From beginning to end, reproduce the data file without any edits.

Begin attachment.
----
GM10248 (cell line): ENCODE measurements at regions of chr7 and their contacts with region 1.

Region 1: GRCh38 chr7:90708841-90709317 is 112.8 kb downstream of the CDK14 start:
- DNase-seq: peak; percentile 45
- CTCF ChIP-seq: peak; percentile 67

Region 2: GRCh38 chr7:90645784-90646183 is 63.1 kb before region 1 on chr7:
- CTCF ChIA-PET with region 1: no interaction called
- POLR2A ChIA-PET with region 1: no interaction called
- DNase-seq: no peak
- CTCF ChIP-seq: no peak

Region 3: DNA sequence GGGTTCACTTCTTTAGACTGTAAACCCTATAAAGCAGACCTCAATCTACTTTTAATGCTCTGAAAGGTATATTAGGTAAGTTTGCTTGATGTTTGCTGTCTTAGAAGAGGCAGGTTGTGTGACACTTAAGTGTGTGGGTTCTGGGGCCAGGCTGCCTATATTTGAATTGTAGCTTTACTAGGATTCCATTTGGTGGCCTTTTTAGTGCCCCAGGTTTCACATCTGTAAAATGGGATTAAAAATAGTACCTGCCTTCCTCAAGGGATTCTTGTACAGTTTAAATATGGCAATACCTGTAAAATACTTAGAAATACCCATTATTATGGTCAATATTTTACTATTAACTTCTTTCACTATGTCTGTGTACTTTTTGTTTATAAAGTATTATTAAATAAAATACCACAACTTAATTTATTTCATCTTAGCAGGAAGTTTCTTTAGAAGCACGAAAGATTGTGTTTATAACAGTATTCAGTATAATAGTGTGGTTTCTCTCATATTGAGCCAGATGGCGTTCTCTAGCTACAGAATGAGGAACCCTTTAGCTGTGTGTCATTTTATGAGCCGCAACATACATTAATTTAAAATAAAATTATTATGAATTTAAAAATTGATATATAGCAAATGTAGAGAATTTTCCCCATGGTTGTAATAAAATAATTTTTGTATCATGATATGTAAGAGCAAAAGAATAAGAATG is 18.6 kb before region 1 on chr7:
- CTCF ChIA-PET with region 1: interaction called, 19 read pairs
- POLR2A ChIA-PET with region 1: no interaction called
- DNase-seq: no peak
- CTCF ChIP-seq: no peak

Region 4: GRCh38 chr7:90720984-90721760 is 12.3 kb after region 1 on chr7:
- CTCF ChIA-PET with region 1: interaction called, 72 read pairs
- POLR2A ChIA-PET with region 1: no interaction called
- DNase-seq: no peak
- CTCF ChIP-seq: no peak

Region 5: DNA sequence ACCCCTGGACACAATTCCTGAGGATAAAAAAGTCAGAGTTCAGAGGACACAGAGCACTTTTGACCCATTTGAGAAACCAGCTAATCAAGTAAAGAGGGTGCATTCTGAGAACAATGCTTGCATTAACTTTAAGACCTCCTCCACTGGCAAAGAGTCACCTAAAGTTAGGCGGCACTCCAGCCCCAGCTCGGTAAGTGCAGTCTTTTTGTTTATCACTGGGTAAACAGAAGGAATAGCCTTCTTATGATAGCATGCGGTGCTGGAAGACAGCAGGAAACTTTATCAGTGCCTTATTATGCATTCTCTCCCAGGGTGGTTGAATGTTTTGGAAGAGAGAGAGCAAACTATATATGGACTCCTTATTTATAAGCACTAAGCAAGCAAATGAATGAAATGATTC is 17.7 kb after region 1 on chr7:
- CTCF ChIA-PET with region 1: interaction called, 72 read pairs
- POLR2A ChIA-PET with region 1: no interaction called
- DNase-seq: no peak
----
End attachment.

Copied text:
GM10248 (cell line): ENCODE measurements at regions of chr7 and their contacts with region 1.

Region 1: GRCh38 chr7:90708841-90709317 is 112.8 kb downstream of the CDK14 start:
- DNase-seq: peak; percentile 45
- CTCF ChIP-seq: peak; percentile 67

Region 2: GRCh38 chr7:90645784-90646183 is 63.1 kb before region 1 on chr7:
- CTCF ChIA-PET with region 1: no interaction called
- POLR2A ChIA-PET with region 1: no interaction called
- DNase-seq: no peak
- CTCF ChIP-seq: no peak

Region 3: DNA sequence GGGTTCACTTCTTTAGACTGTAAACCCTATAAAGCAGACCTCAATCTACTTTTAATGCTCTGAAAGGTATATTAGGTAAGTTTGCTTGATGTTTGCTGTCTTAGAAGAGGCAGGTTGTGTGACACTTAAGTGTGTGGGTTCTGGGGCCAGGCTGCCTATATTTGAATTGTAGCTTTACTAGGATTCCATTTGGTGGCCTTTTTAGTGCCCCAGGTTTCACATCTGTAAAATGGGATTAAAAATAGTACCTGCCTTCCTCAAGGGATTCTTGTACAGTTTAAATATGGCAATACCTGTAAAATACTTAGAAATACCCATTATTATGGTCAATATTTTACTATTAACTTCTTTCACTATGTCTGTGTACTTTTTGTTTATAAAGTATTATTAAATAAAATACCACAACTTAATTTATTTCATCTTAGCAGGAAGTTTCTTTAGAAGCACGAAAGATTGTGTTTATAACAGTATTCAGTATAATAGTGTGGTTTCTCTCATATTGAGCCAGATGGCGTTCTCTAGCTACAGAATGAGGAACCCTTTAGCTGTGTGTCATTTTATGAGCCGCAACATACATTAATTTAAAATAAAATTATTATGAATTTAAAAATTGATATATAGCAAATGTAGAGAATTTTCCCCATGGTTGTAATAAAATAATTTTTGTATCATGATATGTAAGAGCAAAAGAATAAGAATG is 18.6 kb before region 1 on chr7:
- CTCF ChIA-PET with region 1: interaction called, 19 read pairs
- POLR2A ChIA-PET with region 1: no interaction called
- DNase-seq: no peak
- CTCF ChIP-seq: no peak

Region 4: GRCh38 chr7:90720984-90721760 is 12.3 kb after region 1 on chr7:
- CTCF ChIA-PET with region 1: interaction called, 72 read pairs
- POLR2A ChIA-PET with region 1: no interaction called
- DNase-seq: no peak
- CTCF ChIP-seq: no peak

Region 5: DNA sequence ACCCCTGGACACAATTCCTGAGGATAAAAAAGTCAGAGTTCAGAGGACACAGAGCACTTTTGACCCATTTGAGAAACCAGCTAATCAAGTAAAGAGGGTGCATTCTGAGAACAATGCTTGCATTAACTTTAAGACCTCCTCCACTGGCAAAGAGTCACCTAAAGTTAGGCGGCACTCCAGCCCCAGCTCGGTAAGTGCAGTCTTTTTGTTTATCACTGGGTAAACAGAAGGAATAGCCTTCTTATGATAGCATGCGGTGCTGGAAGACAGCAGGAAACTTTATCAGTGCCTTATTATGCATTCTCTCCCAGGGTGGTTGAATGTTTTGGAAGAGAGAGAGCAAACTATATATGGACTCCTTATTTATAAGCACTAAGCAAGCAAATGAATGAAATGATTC is 17.7 kb after region 1 on chr7:
- CTCF ChIA-PET with region 1: interaction called, 72 read pairs
- POLR2A ChIA-PET with region 1: no interaction called
- DNase-seq: no peak